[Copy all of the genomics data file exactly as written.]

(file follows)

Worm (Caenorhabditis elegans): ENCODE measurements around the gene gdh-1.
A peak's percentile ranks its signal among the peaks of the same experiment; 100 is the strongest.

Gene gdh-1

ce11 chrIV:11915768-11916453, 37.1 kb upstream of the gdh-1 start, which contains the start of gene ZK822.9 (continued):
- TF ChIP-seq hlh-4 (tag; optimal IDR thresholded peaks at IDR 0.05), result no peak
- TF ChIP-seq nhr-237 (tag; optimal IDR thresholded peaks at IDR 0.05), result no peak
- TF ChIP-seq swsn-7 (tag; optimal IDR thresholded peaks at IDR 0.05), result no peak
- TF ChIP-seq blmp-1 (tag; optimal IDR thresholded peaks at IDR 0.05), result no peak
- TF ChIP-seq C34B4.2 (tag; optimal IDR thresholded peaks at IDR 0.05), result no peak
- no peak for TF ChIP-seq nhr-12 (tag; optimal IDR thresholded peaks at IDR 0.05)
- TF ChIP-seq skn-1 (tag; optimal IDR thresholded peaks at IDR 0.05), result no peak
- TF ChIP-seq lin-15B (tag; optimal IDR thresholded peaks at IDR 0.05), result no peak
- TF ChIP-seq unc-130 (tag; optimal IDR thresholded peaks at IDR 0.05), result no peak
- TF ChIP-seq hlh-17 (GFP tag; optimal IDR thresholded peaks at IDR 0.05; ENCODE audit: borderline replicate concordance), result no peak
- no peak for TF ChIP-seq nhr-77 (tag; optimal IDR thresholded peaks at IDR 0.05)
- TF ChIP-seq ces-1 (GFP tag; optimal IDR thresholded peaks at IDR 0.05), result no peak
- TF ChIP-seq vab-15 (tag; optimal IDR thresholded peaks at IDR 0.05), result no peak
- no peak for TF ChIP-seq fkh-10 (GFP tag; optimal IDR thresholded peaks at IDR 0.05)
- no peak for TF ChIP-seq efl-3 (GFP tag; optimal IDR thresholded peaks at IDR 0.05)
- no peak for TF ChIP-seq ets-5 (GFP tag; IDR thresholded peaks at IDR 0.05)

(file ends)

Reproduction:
Worm (Caenorhabditis elegans): ENCODE measurements around the gene gdh-1.
A peak's percentile ranks its signal among the peaks of the same experiment; 100 is the strongest.

Gene gdh-1

ce11 chrIV:11915768-11916453, 37.1 kb upstream of the gdh-1 start, which contains the start of gene ZK822.9 (continued):
- TF ChIP-seq hlh-4 (tag; optimal IDR thresholded peaks at IDR 0.05), result no peak
- TF ChIP-seq nhr-237 (tag; optimal IDR thresholded peaks at IDR 0.05), result no peak
- TF ChIP-seq swsn-7 (tag; optimal IDR thresholded peaks at IDR 0.05), result no peak
- TF ChIP-seq blmp-1 (tag; optimal IDR thresholded peaks at IDR 0.05), result no peak
- TF ChIP-seq C34B4.2 (tag; optimal IDR thresholded peaks at IDR 0.05), result no peak
- no peak for TF ChIP-seq nhr-12 (tag; optimal IDR thresholded peaks at IDR 0.05)
- TF ChIP-seq skn-1 (tag; optimal IDR thresholded peaks at IDR 0.05), result no peak
- TF ChIP-seq lin-15B (tag; optimal IDR thresholded peaks at IDR 0.05), result no peak
- TF ChIP-seq unc-130 (tag; optimal IDR thresholded peaks at IDR 0.05), result no peak
- TF ChIP-seq hlh-17 (GFP tag; optimal IDR thresholded peaks at IDR 0.05; ENCODE audit: borderline replicate concordance), result no peak
- no peak for TF ChIP-seq nhr-77 (tag; optimal IDR thresholded peaks at IDR 0.05)
- TF ChIP-seq ces-1 (GFP tag; optimal IDR thresholded peaks at IDR 0.05), result no peak
- TF ChIP-seq vab-15 (tag; optimal IDR thresholded peaks at IDR 0.05), result no peak
- no peak for TF ChIP-seq fkh-10 (GFP tag; optimal IDR thresholded peaks at IDR 0.05)
- no peak for TF ChIP-seq efl-3 (GFP tag; optimal IDR thresholded peaks at IDR 0.05)
- no peak for TF ChIP-seq ets-5 (GFP tag; IDR thresholded peaks at IDR 0.05)